DARKMATTERS - The Mind of Matt

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Sunday, March 26, 2006

Film Review: Tsotsi



Tsotsi (15)
Dir. Gavin Hood

Reviewed by Matt Adcock

Winner of this year's “best foreign film” Oscar, Tsotsi, directed by Gavin Hood, is a powerful, heartfelt film that throbs with conflicting emotions. It seems that on the mean streets of South African shantytowns redemption just comes once…

"Tsotsi" the word might mean “gangster”, but Presley Chweneyagae plays the lead role with such authentic dangerous charisma that it might as well mean “prince of the streets”. Hailed and followed by his crew (Boston (Mothusi Magano), Butcher (Zenzo Ngqobe) and Aap (Kenneth Nkosi)), Tsotsi spends his time in various criminal pursuits including a terrifyingly plausible murder on a packed commuter train…until a fateful carjacking changes his life forever.

Spoiler alert: Whilst a new BMW is a fine catch for Tsotsi, he gets far more than he bargained for when he discovers that there is a baby in the back seat… Acting against his surface criminal nature he keeps the baby even though he is utterly clueless about how to look after the poor (but very cute) little tot. Maybe the baby awakens in him memories of his own childhood and his mother, which he has determinedly repressed, but one thing is for certain – Tsotsi’s life will never be the same… Indeed, having gained a ‘son’ Tsotsi's violence dries up, because hell, it’s damned hard work being a parent – especially a single one!!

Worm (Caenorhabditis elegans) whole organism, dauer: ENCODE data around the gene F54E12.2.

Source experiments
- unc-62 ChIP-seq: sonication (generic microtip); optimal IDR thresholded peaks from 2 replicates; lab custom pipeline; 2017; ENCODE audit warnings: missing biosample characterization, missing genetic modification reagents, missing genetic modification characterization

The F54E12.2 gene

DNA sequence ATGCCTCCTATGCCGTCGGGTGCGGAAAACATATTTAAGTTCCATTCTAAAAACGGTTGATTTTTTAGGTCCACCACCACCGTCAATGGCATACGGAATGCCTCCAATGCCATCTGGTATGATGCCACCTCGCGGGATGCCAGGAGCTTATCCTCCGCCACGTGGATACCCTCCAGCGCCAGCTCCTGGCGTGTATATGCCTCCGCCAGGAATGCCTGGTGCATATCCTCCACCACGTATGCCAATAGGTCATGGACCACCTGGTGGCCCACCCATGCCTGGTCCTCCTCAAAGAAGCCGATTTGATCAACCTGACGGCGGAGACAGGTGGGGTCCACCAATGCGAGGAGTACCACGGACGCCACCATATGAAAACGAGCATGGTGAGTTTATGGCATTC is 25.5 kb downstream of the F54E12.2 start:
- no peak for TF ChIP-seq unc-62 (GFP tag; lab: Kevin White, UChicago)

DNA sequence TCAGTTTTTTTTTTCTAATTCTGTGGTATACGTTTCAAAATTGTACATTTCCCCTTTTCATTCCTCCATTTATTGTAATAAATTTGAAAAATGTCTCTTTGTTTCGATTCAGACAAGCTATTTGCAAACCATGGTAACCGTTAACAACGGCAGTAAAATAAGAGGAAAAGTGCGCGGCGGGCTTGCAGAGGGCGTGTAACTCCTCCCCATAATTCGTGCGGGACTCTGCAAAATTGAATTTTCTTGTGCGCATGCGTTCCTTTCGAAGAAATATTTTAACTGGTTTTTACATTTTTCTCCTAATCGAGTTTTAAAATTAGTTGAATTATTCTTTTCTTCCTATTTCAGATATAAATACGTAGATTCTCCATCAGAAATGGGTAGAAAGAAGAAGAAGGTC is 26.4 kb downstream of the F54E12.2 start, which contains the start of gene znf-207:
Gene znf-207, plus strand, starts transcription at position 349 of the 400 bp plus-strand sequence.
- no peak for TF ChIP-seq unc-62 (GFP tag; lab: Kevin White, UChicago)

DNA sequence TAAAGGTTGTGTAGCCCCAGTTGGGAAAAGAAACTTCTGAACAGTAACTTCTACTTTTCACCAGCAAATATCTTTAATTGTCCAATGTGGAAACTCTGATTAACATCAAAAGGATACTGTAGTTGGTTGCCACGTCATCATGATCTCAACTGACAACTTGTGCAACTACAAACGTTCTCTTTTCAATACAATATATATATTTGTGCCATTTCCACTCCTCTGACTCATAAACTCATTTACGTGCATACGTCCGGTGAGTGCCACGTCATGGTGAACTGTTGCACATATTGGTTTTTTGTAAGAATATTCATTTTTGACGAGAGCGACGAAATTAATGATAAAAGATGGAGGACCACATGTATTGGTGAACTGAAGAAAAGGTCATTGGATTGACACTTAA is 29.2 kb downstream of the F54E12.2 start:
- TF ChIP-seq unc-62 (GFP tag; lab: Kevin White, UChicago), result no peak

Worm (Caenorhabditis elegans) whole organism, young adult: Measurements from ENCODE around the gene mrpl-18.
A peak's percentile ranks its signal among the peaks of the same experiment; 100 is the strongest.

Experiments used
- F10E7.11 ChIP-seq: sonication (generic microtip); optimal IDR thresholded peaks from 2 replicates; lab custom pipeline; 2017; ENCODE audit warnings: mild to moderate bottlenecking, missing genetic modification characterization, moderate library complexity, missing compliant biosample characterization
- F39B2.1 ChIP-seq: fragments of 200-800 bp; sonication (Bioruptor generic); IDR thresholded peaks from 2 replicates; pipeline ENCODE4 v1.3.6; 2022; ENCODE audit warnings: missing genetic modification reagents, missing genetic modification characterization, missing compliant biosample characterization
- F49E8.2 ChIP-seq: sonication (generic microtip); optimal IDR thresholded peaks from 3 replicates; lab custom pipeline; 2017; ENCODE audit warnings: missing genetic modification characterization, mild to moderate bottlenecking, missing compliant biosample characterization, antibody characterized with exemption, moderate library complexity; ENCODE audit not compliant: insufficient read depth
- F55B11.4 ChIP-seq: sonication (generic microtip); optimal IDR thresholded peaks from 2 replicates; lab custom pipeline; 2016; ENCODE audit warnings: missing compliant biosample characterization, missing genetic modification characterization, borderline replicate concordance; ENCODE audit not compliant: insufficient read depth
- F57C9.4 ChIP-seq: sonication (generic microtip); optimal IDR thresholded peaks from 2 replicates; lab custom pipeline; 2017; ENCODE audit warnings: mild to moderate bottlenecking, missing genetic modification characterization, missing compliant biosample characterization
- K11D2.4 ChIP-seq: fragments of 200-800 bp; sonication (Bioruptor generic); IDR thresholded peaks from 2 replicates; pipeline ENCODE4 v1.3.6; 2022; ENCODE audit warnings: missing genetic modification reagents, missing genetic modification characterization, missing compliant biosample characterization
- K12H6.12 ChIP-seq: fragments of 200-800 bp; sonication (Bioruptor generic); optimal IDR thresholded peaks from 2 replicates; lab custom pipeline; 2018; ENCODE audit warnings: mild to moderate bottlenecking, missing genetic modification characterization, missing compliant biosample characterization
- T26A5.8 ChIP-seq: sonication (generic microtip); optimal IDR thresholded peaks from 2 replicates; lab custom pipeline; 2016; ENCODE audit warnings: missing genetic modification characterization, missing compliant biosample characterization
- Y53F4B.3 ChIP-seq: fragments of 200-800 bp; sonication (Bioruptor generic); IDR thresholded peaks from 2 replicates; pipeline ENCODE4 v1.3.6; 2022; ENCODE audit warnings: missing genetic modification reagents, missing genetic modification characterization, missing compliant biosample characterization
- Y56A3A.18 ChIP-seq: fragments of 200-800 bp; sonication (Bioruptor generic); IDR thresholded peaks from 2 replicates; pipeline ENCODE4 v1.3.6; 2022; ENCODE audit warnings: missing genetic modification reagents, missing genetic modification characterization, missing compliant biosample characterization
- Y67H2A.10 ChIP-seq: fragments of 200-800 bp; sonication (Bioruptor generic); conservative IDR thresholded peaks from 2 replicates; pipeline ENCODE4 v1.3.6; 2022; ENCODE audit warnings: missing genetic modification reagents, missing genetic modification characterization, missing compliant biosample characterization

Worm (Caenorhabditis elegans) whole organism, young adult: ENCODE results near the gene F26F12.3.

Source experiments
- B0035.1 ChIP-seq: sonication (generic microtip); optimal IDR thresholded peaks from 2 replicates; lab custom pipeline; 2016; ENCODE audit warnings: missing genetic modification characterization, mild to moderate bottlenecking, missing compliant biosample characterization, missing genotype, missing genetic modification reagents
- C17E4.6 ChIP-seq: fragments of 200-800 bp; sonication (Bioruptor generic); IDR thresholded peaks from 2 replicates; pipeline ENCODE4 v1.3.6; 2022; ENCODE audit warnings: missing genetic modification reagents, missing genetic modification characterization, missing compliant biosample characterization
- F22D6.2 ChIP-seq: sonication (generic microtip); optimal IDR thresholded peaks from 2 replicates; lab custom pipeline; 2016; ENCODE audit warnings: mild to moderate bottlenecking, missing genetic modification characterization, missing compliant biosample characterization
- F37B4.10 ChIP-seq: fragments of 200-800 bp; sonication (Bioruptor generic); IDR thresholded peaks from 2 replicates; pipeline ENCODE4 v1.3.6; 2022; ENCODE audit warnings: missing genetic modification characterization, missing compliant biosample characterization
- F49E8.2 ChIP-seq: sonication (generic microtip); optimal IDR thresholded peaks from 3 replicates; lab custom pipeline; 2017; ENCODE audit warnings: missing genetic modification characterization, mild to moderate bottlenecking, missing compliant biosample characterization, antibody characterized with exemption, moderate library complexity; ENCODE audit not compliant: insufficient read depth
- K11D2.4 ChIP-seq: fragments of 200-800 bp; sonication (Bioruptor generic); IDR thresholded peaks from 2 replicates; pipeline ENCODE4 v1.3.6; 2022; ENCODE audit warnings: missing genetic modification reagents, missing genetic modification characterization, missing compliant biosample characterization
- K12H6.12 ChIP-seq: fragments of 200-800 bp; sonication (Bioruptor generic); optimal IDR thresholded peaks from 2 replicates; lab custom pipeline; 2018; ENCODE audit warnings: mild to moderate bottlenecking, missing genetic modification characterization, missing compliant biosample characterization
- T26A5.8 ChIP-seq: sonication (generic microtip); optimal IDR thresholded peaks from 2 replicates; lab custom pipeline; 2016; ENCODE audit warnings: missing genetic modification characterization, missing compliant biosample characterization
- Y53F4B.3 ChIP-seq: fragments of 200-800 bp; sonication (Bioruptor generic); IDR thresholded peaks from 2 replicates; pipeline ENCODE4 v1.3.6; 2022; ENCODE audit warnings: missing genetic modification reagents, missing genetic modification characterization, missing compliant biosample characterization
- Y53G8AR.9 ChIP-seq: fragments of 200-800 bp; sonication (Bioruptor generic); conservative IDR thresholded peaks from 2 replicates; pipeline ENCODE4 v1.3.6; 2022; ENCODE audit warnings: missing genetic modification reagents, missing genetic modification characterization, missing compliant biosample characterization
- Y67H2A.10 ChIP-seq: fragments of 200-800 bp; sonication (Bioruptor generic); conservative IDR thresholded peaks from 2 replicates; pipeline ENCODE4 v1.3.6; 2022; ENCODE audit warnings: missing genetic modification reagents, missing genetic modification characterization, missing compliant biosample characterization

Many have compared Tsotsi to the excellent City of God, which also brought a bleak world of violence and crime to the big screen in a powerful way.
Tsotsi really is a gorgeous, riveting, poignant, and thrilling piece of filmmaking. Classy storytelling, which explores not only South African poverty and crime but delves into a man’s soul as few films ever have before. This is a film that deserves the tag line “Truly unforgettable”.


Darkmatt Rating: öööö (every man can change)


"what is the darkness that evey man hides in his soul? and can it be overcome by innocence?"

Darkmatters: H O ME

1 comment:

Richard Brunton said...

Totally agree Matt, superb film. The cinematography is superb and the careful thought of framing can be seen in every shot.

Chweneyagae is very strong, as are many of the cast.

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